Walt Bodine was an eyewitness to and voice of information through many notable events in Kansas City history. Among them the 1951 Kansas City flood, the 1957 Ruskin Heights tornado, the race riot of 1968, and the 1981 Hyatt Regency skywalk collapse.[10] Many Kansas Citians remember how on the night of the Hyatt Skywalk disaster Bodine stayed on the air all night providing news updates and taking calls from grief-stricken citizens.[9] Given several chances to move on to larger broadcasting markets like St. Louis, Missouri and Los Angeles, California he always eschewed them in favor of remaining in his hometown.[5]

In addition to broadcasting, Walt Bodine wrote frequent newspaper columns or Op-Ed piece for The Squire newspaper through the years on a multitude of subjects.[11] He also authored or co-wrote several books including Right Here in River City: A portrait of Kansas City with Tracy Thomas in 1976(ISBN 0385007132), What Do You Say To That?, published in 1989, and 2003's My Times, My Town.(ISBN 0974601241).

In My Times, My Town Bodine commented on the philosophy behind the stories he has covered during his career:

For too long news directors have operated on the theory, 'If it bleeds, it leads.' Maybe they should consider that the audience requires something more than blood and gore and sex. Can it really be that the only thing that interests us is human misbehavior? ...Emphasis put on the daily bucket of blood does nothing to answer the broad array of serious problems facing the nation, the states and the city.

Final years[edit]

Walt Bodine's broadcasting career was increasingly affected by poor health in the first decade of the 21st century. Retinitis pigmentosa left him blind and worn out knees confined him to a wheelchair. In his final years, he also suffered memory loss. Bodine had scaled back his radio show appearances since 2010, hosting the show only on Fridays.[9] Finally in April, 2012 he made final radio broadcast and sign-off. His wife Bernadine died in 2003.[12] Bodine spent his final days at an assisted living center in Prairie Village, Kansas.[1] Walt Bodine died at the assisted living center on March 24, 2013. His body was donated to the University of Kansas Medical Center for use in scientific research.[9]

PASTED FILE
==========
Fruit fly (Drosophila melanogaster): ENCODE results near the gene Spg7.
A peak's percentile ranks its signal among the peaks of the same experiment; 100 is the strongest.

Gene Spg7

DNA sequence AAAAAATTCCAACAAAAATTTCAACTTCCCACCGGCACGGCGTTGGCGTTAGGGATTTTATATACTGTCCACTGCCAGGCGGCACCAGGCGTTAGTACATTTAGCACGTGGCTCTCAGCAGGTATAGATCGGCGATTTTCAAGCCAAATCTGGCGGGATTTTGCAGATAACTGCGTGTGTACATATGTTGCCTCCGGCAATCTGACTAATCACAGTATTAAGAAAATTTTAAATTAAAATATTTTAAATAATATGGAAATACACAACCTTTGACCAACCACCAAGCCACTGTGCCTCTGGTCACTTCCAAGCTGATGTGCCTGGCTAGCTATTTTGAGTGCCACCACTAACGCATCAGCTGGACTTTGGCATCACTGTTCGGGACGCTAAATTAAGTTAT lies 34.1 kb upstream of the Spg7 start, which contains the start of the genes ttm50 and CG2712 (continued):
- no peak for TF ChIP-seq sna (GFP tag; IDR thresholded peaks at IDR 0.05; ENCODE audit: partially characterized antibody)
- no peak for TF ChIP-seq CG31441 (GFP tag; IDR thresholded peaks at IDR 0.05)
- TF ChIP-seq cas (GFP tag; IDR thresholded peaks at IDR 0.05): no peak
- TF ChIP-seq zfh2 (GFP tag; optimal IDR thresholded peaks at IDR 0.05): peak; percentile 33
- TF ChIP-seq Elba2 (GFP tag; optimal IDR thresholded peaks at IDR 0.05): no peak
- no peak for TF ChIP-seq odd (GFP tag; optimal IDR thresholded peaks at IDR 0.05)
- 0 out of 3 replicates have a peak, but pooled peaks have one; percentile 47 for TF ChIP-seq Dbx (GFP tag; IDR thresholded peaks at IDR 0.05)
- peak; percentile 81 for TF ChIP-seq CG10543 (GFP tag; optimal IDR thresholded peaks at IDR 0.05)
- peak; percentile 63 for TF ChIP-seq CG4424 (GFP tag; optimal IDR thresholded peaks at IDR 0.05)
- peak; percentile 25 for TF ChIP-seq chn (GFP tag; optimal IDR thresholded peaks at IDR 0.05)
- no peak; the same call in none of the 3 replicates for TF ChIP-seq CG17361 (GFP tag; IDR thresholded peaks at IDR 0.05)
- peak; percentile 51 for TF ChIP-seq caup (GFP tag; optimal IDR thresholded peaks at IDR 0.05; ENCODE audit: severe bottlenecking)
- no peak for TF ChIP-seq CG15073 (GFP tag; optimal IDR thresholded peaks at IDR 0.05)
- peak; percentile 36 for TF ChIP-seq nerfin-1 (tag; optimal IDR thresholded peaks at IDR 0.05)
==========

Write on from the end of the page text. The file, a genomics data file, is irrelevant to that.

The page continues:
Bodine has received several awards, including:[citation needed]


  1. ^ a b c "Longtime KC broadcaster Walt Bodine dies at age 92". The San Francisco Chronicle. 24 March 2013. Retrieved 25 March 2013.
  2. ^ Oberholtz, Chris (24 March 2013). "Legendary Kansas City broadcaster Walt Bodine dies". KCTV-TV. Retrieved 24 March 2013.
  3. ^ Eveld, Edward W. (April 15, 2012). "With Walt Bodine's final broadcast, KC will miss a good friend". The Kansas City Star. Retrieved 2012-05-06.
  4. ^ a b c "Walt Bodine: Early years". KCUR Radio website. Retrieved 24 March 2013.
  5. ^ a b Oberholtz, Chris (25 March 2013). "As voice of broadcaster Walt Bodine fades, memories live on". KCTV-TV via website. Retrieved 25 March 2013.
  6. ^ a b c "Walt Bodine: Radio". KCUR Radio website. Retrieved 24 March 2013.
  7. ^ "Walt Bodine collection". The Civil Rights History Project: Survey of Collections and Repositories. Library of Congress. Retrieved 2012-05-06.
  8. ^ "Walt Bodine: Television". KCUR radio website. Retrieved 25 March 2013.
  9. ^ a b c d e f Eveld, Edward M. (16 April 2012). "With Walt Bodine's final broadcast, KC will miss a good friend". The Kansas City Star. Retrieved 25 March 2013.
  10. ^ "Radio legend Walt Bodine dies". Kansas City Business Journal. 25 March 2013. Retrieved 25 March 2013.
  11. ^ "Walt Bodine: In Print". KCUR radio website. Retrieved 25 March 2013.
  12. ^ http://www.legacy.com/obituaries/kansascity/obituary-preview.aspx?n=bernadine-marie-bodine&pid=1503230&referrer=1164